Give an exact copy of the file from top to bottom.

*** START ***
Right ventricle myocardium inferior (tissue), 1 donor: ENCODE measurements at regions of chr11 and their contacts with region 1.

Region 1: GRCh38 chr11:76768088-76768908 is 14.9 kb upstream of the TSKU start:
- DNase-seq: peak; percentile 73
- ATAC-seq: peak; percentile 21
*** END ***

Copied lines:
Right ventricle myocardium inferior (tissue), 1 donor: ENCODE measurements at regions of chr11 and their contacts with region 1.

Region 1: GRCh38 chr11:76768088-76768908 is 14.9 kb upstream of the TSKU start:
- DNase-seq: peak; percentile 73
- ATAC-seq: peak; percentile 21